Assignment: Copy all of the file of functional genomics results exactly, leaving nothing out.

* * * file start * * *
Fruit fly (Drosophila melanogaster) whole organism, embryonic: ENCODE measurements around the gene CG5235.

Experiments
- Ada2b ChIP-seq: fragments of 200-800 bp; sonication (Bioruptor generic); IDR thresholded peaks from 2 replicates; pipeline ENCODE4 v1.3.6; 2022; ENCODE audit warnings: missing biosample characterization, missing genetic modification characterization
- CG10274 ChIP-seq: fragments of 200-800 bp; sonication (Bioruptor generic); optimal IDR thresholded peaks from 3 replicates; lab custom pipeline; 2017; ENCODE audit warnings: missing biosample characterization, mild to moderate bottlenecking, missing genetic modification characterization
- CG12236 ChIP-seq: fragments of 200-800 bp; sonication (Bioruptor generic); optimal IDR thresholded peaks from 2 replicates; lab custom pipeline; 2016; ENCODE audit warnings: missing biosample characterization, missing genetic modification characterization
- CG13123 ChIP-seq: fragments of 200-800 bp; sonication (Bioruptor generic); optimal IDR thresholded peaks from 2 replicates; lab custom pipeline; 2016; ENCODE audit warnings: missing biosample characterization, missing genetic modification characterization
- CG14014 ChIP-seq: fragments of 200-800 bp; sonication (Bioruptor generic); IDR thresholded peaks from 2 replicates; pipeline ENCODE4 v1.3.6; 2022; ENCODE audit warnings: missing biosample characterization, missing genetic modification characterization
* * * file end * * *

Fruit fly (Drosophila melanogaster) whole organism, embryonic: ENCODE measurements around the gene CG5235.

Experiments
- Ada2b ChIP-seq: fragments of 200-800 bp; sonication (Bioruptor generic); IDR thresholded peaks from 2 replicates; pipeline ENCODE4 v1.3.6; 2022; ENCODE audit warnings: missing biosample characterization, missing genetic modification characterization
- CG10274 ChIP-seq: fragments of 200-800 bp; sonication (Bioruptor generic); optimal IDR thresholded peaks from 3 replicates; lab custom pipeline; 2017; ENCODE audit warnings: missing biosample characterization, mild to moderate bottlenecking, missing genetic modification characterization
- CG12236 ChIP-seq: fragments of 200-800 bp; sonication (Bioruptor generic); optimal IDR thresholded peaks from 2 replicates; lab custom pipeline; 2016; ENCODE audit warnings: missing biosample characterization, missing genetic modification characterization
- CG13123 ChIP-seq: fragments of 200-800 bp; sonication (Bioruptor generic); optimal IDR thresholded peaks from 2 replicates; lab custom pipeline; 2016; ENCODE audit warnings: missing biosample characterization, missing genetic modification characterization
- CG14014 ChIP-seq: fragments of 200-800 bp; sonication (Bioruptor generic); IDR thresholded peaks from 2 replicates; pipeline ENCODE4 v1.3.6; 2022; ENCODE audit warnings: missing biosample characterization, missing genetic modification characterization